Shane Hales, United Kingdom
Shane Hales. Shane made only 4 copies. Mine is #003. #001 and #002 went to puzzle bloggers Kevin Sadler and Allard Walker respectively while the last one was kept by Shane himself.
Type & Classification
Sequential movement; take-apart
9.2cm (diameter) x 6.5cm (Height).
Materials & Construction
The puzzle is made from Oak while the the square "knob" at the top is Ebony.
The Circle has a handmade (as in hand-tooled) Etsy-ish kind of look as opposed to the precision machine-cut Eric Fuller or Pelikan manufactured puzzles. This does not mean lower quality, in fact quite the contrary; as Shane had deliberately made the two dovetails with a looser fit so that the puzzle can be (slightly) more easily solved. As to why this was done, well, you can read more from Allard's and Kevin's write-ups about the Circle.
I got to know Shane just over a year ago in February 2013. He is a reader of my blog and also a friend of Kevin's. The two gents had been talking about my BIC#1 which I had released in late 2012 (and Kevin had been amongst the first to try out my humble first production puzzle design).
Anyhow, Shane got in touch with me about buying a copy of my BIC#1 and in the course of email exchanges, that's where I learnt that he was also in the midst of designing his first puzzle "The Block", which he later produced only a few copies. Over the course of the year we continued to keep in touch via email and last year, he acquired my special edition copper BIC#2, one of only 4 copies which I had produced.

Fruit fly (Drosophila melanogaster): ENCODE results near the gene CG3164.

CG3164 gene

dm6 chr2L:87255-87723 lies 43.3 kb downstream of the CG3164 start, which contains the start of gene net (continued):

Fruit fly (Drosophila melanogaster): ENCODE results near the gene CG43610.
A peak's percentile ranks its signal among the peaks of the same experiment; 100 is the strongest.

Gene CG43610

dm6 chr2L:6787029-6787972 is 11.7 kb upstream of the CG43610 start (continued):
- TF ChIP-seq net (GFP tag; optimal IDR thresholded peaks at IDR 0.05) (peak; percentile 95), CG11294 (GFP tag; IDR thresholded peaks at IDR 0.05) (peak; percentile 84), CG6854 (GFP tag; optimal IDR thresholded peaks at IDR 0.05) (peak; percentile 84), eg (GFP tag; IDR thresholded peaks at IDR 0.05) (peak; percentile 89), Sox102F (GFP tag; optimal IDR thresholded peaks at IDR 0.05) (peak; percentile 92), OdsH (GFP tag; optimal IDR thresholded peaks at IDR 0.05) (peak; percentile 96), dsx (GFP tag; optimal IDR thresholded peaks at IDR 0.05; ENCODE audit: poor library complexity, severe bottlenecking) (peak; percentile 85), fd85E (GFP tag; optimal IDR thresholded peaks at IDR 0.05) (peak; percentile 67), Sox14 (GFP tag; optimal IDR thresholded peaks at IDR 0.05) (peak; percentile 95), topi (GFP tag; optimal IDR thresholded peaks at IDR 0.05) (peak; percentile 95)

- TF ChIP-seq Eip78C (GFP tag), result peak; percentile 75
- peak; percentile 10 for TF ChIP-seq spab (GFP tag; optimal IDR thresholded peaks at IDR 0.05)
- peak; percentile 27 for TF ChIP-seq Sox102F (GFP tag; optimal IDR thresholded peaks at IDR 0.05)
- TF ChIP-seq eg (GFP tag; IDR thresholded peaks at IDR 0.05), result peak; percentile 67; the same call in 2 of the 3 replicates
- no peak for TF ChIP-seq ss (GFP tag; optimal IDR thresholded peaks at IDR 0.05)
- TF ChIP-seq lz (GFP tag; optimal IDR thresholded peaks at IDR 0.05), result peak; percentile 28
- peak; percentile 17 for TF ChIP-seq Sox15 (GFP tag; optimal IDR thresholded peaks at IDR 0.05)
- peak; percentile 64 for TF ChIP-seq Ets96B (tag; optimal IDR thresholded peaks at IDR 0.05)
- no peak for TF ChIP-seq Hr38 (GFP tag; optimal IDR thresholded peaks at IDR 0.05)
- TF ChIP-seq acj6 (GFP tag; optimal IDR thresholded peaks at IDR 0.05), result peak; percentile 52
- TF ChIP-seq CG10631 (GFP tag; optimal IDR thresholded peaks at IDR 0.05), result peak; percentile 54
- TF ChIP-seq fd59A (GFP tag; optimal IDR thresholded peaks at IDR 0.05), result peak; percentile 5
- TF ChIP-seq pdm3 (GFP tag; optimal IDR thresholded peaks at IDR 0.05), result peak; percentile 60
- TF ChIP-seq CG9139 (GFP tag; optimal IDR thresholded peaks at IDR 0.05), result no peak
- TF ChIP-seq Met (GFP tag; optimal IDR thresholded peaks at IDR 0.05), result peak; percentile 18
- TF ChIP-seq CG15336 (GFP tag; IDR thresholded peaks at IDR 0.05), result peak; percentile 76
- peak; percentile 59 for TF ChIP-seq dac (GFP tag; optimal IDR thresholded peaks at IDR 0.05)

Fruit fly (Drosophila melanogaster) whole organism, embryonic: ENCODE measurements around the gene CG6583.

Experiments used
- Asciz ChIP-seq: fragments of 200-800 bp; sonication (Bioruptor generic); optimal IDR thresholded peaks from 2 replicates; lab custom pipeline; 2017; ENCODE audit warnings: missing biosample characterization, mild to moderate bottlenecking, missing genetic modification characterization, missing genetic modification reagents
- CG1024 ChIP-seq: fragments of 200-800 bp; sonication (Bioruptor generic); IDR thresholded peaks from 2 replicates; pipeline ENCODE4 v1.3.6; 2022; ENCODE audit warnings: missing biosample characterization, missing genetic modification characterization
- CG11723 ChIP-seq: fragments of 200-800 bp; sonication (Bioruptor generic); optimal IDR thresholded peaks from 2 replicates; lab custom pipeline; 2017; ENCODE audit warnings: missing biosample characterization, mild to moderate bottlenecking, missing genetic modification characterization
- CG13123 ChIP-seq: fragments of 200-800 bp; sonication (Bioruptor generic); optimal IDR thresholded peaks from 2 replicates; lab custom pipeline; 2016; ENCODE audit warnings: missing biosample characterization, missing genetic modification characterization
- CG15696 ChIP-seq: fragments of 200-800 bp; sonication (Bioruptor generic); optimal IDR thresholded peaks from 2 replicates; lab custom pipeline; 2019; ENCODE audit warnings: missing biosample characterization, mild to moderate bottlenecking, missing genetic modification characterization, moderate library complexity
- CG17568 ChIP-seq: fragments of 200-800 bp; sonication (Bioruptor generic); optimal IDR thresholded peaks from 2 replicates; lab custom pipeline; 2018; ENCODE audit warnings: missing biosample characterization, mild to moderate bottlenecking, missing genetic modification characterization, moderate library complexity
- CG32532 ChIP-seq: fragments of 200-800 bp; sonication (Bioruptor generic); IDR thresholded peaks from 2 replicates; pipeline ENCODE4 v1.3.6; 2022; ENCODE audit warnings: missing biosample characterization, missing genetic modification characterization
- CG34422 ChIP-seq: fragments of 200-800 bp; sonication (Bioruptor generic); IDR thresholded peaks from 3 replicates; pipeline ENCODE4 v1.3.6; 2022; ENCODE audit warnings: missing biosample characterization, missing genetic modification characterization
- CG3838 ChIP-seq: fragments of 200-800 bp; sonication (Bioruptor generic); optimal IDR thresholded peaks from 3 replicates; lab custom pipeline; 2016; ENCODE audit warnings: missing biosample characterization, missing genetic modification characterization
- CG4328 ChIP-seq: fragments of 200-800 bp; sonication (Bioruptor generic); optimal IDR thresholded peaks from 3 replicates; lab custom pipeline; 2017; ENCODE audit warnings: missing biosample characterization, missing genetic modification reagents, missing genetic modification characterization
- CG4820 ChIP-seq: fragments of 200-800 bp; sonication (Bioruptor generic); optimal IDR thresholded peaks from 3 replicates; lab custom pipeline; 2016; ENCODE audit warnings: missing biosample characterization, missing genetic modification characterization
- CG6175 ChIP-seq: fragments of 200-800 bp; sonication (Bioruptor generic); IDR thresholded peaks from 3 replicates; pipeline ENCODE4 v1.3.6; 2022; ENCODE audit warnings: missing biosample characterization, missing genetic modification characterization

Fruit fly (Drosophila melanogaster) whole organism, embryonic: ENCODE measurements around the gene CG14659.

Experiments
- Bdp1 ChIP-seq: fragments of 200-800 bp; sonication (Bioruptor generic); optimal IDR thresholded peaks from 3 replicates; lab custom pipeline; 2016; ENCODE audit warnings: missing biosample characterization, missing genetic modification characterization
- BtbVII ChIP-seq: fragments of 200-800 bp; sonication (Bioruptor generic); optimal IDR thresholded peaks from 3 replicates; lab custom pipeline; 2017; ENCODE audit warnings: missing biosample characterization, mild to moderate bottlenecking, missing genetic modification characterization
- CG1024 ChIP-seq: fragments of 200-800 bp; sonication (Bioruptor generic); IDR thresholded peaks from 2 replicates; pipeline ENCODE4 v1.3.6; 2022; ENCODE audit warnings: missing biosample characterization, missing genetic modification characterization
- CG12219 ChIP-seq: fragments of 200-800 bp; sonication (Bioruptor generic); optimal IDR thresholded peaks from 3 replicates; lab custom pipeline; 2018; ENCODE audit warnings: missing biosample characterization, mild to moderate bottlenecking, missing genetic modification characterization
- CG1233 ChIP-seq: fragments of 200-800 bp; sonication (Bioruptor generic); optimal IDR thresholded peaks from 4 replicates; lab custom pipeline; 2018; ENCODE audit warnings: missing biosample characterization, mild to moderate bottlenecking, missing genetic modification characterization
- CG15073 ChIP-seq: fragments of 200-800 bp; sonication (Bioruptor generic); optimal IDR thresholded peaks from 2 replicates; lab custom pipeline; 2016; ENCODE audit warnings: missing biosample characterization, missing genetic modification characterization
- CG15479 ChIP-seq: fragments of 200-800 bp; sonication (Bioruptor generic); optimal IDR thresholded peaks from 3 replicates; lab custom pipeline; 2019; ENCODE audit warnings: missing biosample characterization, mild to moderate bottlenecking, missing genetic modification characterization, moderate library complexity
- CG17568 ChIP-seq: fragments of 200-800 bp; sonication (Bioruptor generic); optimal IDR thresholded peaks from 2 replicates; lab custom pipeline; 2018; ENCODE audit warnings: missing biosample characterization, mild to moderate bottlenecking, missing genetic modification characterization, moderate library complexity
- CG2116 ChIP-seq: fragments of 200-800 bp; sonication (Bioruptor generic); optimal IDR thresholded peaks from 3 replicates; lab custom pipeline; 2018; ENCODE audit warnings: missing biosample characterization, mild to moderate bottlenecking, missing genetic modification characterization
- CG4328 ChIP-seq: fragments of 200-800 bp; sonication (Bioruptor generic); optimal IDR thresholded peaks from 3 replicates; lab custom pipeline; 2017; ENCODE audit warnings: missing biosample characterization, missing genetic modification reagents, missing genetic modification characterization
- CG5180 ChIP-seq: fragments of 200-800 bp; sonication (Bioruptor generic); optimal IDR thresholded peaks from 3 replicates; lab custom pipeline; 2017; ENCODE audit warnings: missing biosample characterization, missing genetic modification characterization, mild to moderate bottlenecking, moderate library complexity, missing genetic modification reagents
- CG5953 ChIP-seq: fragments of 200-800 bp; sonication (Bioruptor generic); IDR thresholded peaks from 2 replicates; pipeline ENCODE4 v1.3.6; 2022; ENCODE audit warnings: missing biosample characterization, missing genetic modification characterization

|Limited Edition #003/4|
Several weeks ago, Shane asked me if I would like to receive from him as a gift the #003 copy of the Circle. Of course I would! I was elated. Not only was I getting one of only 4 copies made, but as a gift as well. A true gift giver, he even refused to accept my offer to pay for shipping from the UK to Singapore. Thank you very much Shane!
About 10 days later, a large box duly arrived at my home. When I first took the puzzle out and examined it, I could hear quite a bit of rattling inside the puzzle. If I had not read Allard's review, I would have assumed the puzzle had been damaged during shipment. It did sound like there were broken bits inside (as if a whole bunch of parts and screws had come apart).
The object of course was to separate the Circle into two halves. My experience with take apart dovetails were limited to Wil Strijbos's aluminium dovetails and the Wunder Puzzle. While challenging in their own way, these did not take very long for me to solve. All within minutes rather than hours. Kevin had commented he took a really long time and Allard took about half an hour. Considering both of them are hardcore puzzlers, I knew the Circle would probably take me no less than the time required by Allard, at the very best.
What was puzzling were the rattling noises! I couldn't figure out how the dovetails were kept together when there was all this ruckus going on inside (well I mean, loose parts can't possibly keep two halves interlocked tightly together, right?)